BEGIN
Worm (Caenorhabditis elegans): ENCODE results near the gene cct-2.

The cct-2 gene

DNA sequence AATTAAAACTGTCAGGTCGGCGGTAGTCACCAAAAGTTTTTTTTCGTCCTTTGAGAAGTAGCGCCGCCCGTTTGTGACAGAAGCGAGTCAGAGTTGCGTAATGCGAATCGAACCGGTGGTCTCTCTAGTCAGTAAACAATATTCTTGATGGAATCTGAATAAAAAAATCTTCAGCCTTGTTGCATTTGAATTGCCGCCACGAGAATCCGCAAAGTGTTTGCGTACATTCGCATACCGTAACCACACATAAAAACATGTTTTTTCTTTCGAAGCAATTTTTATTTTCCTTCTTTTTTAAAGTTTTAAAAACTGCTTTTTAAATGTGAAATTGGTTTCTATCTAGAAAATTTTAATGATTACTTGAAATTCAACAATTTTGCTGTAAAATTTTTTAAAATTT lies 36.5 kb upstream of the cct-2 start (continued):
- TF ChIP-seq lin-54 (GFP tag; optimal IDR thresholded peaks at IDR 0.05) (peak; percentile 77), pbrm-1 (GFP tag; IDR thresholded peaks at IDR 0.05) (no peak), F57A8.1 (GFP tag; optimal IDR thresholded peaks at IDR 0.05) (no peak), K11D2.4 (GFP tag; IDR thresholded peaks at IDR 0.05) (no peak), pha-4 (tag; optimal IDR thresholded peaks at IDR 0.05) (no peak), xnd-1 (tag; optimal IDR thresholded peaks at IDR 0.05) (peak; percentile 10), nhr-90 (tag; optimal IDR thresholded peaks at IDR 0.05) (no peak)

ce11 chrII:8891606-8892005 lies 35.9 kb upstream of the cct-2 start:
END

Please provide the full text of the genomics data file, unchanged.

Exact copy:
Worm (Caenorhabditis elegans): ENCODE results near the gene cct-2.

The cct-2 gene

DNA sequence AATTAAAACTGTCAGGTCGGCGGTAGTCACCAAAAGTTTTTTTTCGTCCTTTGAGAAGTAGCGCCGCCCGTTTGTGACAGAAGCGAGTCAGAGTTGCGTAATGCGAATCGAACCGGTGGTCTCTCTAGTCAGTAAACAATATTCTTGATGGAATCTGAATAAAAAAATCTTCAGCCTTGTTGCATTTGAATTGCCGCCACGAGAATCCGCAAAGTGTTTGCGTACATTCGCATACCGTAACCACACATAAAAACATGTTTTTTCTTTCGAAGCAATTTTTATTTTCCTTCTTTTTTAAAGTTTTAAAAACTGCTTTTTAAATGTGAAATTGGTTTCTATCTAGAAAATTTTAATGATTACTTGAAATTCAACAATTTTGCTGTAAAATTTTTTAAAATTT lies 36.5 kb upstream of the cct-2 start (continued):
- TF ChIP-seq lin-54 (GFP tag; optimal IDR thresholded peaks at IDR 0.05) (peak; percentile 77), pbrm-1 (GFP tag; IDR thresholded peaks at IDR 0.05) (no peak), F57A8.1 (GFP tag; optimal IDR thresholded peaks at IDR 0.05) (no peak), K11D2.4 (GFP tag; IDR thresholded peaks at IDR 0.05) (no peak), pha-4 (tag; optimal IDR thresholded peaks at IDR 0.05) (no peak), xnd-1 (tag; optimal IDR thresholded peaks at IDR 0.05) (peak; percentile 10), nhr-90 (tag; optimal IDR thresholded peaks at IDR 0.05) (no peak)

ce11 chrII:8891606-8892005 lies 35.9 kb upstream of the cct-2 start: